SW Legal studies in Business

Insured Party Sued for Damages After Statute of Limitation Expires Evades Liability
Description Tennessee appeals court held that in a fatal accident case, where the insured driver who caused the accident was not identified for more than a year, the statute of limitations had expired, so he could not longer be made a defendant in a personal injury suit for damages.
Topic Insurance
Key Words Uninsured Motorist; Statute of Limitations
C A S E   S U M M A R Y
Facts Kirk was killed in an accident by an unknown driver. His estate sued "John Doe," the unknown driver, for damages. Since John Doe was unknown, process was served on Kirk's uninsured motorist carrier as defendant in the action. Before the matter was settled, but more than a year after the accident, the identity of John Doe was discovered to be James Lowe, who was, in fact, insured. The estate then moved to amend the suit to name Lowe as the defendant. Lowe moved for summary judgment, contending that the one-year statute of limitations had expired. The trial court denied his motion. Lowe appealed.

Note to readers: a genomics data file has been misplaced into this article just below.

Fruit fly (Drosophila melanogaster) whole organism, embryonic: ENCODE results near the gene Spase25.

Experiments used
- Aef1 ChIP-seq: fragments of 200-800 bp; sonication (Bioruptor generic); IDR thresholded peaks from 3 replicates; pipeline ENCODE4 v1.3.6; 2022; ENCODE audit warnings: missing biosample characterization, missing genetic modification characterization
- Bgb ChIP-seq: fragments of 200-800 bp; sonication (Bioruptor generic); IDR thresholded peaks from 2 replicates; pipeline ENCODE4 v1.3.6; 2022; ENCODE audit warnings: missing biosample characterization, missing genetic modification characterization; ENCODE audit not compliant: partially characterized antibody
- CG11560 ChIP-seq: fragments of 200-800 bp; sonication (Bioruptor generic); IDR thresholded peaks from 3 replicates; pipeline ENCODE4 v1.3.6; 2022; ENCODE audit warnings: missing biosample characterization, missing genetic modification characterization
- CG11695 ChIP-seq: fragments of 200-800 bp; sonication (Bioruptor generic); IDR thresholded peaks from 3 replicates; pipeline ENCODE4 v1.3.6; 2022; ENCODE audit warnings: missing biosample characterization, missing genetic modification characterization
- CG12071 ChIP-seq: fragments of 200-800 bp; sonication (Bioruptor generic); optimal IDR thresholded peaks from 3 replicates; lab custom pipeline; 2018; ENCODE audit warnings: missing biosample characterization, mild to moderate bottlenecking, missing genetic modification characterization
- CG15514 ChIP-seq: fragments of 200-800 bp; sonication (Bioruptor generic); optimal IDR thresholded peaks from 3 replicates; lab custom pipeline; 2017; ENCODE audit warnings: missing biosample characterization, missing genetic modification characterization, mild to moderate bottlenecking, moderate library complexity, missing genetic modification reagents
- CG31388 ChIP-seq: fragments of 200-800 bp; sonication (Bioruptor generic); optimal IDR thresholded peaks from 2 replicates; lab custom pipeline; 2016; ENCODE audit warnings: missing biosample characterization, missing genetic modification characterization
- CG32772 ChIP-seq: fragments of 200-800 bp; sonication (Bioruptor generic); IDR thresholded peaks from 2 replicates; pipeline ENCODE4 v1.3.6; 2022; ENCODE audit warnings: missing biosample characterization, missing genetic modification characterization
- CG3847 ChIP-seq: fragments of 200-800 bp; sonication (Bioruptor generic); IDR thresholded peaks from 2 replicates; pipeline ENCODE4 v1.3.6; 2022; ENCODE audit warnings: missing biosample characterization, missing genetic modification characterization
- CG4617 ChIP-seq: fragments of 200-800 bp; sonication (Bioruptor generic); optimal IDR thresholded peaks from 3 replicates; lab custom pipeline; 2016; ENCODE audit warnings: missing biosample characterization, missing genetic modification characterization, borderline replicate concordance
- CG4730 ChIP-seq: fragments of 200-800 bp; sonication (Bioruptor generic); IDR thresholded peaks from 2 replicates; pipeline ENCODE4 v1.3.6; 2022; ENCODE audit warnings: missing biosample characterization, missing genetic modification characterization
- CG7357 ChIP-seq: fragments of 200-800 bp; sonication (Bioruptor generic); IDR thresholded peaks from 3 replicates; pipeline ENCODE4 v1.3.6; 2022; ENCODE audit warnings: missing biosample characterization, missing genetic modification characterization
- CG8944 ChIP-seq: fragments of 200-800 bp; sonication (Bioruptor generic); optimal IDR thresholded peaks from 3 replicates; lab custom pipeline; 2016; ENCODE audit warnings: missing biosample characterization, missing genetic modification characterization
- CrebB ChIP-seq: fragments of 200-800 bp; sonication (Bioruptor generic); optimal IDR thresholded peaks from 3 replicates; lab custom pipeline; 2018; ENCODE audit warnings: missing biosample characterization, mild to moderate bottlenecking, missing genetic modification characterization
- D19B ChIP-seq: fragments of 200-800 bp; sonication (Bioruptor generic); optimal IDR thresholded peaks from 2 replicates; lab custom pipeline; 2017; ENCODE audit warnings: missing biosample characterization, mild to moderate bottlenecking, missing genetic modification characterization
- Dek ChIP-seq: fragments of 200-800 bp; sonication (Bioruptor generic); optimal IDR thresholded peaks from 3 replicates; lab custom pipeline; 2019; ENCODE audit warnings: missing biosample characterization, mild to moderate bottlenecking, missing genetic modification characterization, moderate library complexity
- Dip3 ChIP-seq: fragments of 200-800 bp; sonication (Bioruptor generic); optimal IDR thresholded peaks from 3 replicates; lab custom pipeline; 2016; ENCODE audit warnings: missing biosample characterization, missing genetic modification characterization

Reversed. Since Lowe was insured, the rules regarding uninsured motorist insurance, and the time limits regarding filing actions in such cases, become irrelevant. Under Tennessee law, parties have one year in which to file suit against an insured party for damages. The suit against Lowe was filed more than one year after the accident, so it fails because the statute of limitations has run.

Citation Estate of Kirk v. Lowe, 2001 WL 1149321 (Ct. App., Tenn., 2001)

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